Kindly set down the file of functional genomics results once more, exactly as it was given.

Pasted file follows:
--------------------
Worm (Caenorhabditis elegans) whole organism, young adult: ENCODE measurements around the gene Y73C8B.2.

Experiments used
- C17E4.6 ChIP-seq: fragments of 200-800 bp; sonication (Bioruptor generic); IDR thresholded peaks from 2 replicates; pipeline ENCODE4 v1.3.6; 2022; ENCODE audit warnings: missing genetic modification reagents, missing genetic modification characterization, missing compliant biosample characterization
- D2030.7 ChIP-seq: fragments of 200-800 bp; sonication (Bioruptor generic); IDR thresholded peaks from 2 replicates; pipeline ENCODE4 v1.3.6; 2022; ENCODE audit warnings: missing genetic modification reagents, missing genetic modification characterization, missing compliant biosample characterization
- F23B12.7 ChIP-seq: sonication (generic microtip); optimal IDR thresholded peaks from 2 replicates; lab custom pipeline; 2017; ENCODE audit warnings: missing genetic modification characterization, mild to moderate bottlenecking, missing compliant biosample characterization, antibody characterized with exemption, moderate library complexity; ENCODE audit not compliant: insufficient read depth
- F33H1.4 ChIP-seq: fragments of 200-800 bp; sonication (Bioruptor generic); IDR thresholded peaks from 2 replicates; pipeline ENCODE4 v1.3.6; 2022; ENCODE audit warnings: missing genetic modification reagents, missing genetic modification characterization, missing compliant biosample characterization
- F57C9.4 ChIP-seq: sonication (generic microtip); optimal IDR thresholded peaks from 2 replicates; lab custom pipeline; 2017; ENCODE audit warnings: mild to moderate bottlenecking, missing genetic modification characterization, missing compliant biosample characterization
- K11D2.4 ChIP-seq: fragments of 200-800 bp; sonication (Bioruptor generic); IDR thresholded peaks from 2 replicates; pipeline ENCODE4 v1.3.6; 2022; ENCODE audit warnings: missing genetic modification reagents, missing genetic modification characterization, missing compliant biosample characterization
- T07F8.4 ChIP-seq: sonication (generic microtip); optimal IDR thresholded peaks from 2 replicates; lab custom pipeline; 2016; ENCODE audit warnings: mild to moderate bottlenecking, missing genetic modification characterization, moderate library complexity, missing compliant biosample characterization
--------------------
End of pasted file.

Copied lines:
Worm (Caenorhabditis elegans) whole organism, young adult: ENCODE measurements around the gene Y73C8B.2.

Experiments used
- C17E4.6 ChIP-seq: fragments of 200-800 bp; sonication (Bioruptor generic); IDR thresholded peaks from 2 replicates; pipeline ENCODE4 v1.3.6; 2022; ENCODE audit warnings: missing genetic modification reagents, missing genetic modification characterization, missing compliant biosample characterization
- D2030.7 ChIP-seq: fragments of 200-800 bp; sonication (Bioruptor generic); IDR thresholded peaks from 2 replicates; pipeline ENCODE4 v1.3.6; 2022; ENCODE audit warnings: missing genetic modification reagents, missing genetic modification characterization, missing compliant biosample characterization
- F23B12.7 ChIP-seq: sonication (generic microtip); optimal IDR thresholded peaks from 2 replicates; lab custom pipeline; 2017; ENCODE audit warnings: missing genetic modification characterization, mild to moderate bottlenecking, missing compliant biosample characterization, antibody characterized with exemption, moderate library complexity; ENCODE audit not compliant: insufficient read depth
- F33H1.4 ChIP-seq: fragments of 200-800 bp; sonication (Bioruptor generic); IDR thresholded peaks from 2 replicates; pipeline ENCODE4 v1.3.6; 2022; ENCODE audit warnings: missing genetic modification reagents, missing genetic modification characterization, missing compliant biosample characterization
- F57C9.4 ChIP-seq: sonication (generic microtip); optimal IDR thresholded peaks from 2 replicates; lab custom pipeline; 2017; ENCODE audit warnings: mild to moderate bottlenecking, missing genetic modification characterization, missing compliant biosample characterization
- K11D2.4 ChIP-seq: fragments of 200-800 bp; sonication (Bioruptor generic); IDR thresholded peaks from 2 replicates; pipeline ENCODE4 v1.3.6; 2022; ENCODE audit warnings: missing genetic modification reagents, missing genetic modification characterization, missing compliant biosample characterization
- T07F8.4 ChIP-seq: sonication (generic microtip); optimal IDR thresholded peaks from 2 replicates; lab custom pipeline; 2016; ENCODE audit warnings: mild to moderate bottlenecking, missing genetic modification characterization, moderate library complexity, missing compliant biosample characterization